By Suk-Lin Zhou ‘14
Fall semester had barely begun when Barnali Dash '15 received news from the 2011-2012 INDIAFRICA Business Venture Competition that her proposal for improving health care in underprivileged areas of India had qualified her as one of 50 out of 154 qualified contestants to advance to the next round of judging.
Soon after, she was chosen as one of the top 18 contestants — and then as one of the top nine; the latter earned her an invitation to present her healthcare proposal in Lagos, Nigeria, as part of the final judging.
The INDIAFRICA Business Venture Competition presents an opportunity for youth to share entrepreneurial proposals that address developmental challenges in both India and Africa. Initially launched in Nigeria in 2011 at the Lagos Business School, the contest is organized by IdeaWorks and India’s Public Diplomacy Division and Ministry of External Affairs. Dash first read about this competition in a newspaper and decided to participate last spring.
“Business has always been a grand plan in my life, and I decided to try my best. I have never taken a formal business class before, but I read whatever material I could find during my research and applied what I had learned in my previous business competition experience,” she said.
Born and raised in Orissa, India, Dash completed her secondary schooling in Germany. There she was involved with the American-German business club, where she was able to participate in competitions that exposed her to the skills needed for designing and writing business models. For the INDIAFRICA Business Venture competition, her business model focused on the healthcare systems of under-privileged regions of India.
“Since I have spent a lot of time in Orissa, and I know about the flaws in the healthcare system there, I know what changes I want to see, and I know what is feasible,” she said.
Dash designed her proposal to make healthcare more efficient and free of corruption, calling for user-friendly, data-based interfaces that can be utilized by doctors and patients, allowing both parties to easily access information regarding treatment, care, and service. Through her business model, Dash hopes that patients will learn to recognize the symptoms of their own illness and be empowered to decide for themselves what level of care they need. She also hopes doctors will be able to access and utilize medical journals that are normally not affordable, enabling them to keep their practices up to date.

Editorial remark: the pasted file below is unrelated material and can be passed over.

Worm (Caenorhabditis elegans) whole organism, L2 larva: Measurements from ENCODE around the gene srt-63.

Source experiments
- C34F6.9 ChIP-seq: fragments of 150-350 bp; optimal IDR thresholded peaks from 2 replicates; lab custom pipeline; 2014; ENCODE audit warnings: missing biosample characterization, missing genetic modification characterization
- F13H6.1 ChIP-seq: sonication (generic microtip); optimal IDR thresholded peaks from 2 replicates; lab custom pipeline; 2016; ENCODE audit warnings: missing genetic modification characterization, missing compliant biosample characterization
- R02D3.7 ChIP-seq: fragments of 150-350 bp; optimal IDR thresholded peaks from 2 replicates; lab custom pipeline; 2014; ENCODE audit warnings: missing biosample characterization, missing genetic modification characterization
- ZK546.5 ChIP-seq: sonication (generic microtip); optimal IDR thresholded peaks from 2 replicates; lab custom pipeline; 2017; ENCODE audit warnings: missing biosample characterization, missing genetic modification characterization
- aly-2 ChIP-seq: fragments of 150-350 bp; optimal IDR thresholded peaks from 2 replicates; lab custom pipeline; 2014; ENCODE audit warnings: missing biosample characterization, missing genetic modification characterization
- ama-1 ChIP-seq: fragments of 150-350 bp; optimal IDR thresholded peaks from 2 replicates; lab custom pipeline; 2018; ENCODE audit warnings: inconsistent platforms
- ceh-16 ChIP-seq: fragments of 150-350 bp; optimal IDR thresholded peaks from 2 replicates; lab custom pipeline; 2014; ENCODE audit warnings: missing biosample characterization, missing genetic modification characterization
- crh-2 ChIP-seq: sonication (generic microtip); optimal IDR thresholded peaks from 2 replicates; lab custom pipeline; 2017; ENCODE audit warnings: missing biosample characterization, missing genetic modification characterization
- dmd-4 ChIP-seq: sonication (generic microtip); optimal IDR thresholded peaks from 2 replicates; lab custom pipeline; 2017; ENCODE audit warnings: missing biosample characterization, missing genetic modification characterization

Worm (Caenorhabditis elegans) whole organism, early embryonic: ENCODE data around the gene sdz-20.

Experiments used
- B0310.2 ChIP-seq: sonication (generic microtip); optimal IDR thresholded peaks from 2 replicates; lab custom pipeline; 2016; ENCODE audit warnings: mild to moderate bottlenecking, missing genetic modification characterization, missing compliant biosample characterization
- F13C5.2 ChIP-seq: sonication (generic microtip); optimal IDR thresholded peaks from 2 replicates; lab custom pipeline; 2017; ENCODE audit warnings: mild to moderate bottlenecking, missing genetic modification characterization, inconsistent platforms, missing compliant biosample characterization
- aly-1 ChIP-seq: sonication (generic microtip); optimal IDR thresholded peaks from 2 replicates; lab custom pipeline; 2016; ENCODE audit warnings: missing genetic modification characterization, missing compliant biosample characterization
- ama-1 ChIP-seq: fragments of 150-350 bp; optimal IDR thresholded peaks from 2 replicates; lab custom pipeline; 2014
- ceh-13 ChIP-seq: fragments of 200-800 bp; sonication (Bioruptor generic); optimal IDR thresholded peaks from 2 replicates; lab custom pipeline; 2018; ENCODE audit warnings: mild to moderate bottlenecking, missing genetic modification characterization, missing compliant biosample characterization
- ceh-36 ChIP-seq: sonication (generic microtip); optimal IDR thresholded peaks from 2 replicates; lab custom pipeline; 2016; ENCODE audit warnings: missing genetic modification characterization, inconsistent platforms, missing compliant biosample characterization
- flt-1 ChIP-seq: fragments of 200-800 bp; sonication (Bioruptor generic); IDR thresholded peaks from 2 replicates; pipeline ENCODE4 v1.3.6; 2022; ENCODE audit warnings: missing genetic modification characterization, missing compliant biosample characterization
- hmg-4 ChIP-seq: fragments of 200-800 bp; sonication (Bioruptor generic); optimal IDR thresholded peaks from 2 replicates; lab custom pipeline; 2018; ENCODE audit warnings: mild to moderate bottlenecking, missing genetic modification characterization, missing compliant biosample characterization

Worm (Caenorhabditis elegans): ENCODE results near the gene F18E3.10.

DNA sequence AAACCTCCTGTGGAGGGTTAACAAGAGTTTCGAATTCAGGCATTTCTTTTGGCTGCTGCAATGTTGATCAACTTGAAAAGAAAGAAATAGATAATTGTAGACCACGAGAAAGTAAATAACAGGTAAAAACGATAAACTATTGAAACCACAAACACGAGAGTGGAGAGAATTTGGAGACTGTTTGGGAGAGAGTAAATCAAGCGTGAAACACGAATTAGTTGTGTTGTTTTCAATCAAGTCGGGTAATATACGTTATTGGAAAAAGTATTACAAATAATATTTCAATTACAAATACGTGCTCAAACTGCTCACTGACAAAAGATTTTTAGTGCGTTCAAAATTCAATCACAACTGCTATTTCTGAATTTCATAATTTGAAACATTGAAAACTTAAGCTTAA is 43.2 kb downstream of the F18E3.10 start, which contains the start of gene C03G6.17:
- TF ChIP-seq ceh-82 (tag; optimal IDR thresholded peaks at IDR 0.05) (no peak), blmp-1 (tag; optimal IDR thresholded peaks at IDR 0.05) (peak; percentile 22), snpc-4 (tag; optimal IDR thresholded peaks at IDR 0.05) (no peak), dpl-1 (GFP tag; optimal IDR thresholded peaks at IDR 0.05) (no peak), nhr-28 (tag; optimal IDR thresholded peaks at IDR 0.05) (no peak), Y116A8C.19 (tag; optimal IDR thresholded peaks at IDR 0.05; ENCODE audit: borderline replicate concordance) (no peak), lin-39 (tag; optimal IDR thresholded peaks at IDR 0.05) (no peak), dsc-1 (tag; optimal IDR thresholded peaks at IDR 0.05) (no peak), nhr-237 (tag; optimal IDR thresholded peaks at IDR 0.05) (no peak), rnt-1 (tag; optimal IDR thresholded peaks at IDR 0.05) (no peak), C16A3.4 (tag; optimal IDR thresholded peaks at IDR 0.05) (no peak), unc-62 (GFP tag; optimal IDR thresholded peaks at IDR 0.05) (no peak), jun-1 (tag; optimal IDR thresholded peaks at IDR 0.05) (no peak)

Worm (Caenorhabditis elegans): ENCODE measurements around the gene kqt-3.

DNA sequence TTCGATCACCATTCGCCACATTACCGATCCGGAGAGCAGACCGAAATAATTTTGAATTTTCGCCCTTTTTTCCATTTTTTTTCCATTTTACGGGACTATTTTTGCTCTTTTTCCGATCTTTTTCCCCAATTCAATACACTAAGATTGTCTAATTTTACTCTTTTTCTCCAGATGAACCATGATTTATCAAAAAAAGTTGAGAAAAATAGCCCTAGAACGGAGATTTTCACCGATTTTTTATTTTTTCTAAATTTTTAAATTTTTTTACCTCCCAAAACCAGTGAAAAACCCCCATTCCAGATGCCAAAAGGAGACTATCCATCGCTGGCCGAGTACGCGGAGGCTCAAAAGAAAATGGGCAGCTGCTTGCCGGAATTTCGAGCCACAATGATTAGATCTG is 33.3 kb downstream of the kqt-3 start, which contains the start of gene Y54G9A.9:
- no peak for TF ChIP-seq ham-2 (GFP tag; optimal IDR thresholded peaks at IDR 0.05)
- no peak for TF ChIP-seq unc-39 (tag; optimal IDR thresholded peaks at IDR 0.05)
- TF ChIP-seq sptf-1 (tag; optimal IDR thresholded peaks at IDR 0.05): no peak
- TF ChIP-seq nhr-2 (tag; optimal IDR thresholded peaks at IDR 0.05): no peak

Although Dash received an invitation to present her plan in Lagos, she was not able to clear visa hurdles and meet vaccination requirements in time to physically participate. Instead, she presented her business model over Skype on September 25.
“While there is an upside to technology, there are also downsides. I had never before in my life given a presentation of this kind, so I had no expectation of the technical and communication challenges I would have to face within the ten minutes allotted for my presentation,” she said. “Despite all of these challenges, I am very happy that I could finish the race, even though I could not be present in Lagos to officially compete for the top three finalist spots."
Dash is also very grateful for the help she received while awaiting to give her presentation.
"This has been made possible by the whole IdeaWorks team, especially Amit Shahi, the CEO and co-founder, who went out of their way to include me in the final judging. I greatly appreciate their dedication to making this an enriching experience for all contestants and their respect for every contestant’s individual needs. This gesture really was important to me, as I wanted to be in the competition until the end,” she said.
With the competition over, Dash has already begun to explore her interest in the macroeconomic aspect of finance and banking. Last month, with sponsorship by the MHC Career Development Center, she was able to participate in an intensive Wall Street Boot Camp held at Smith College.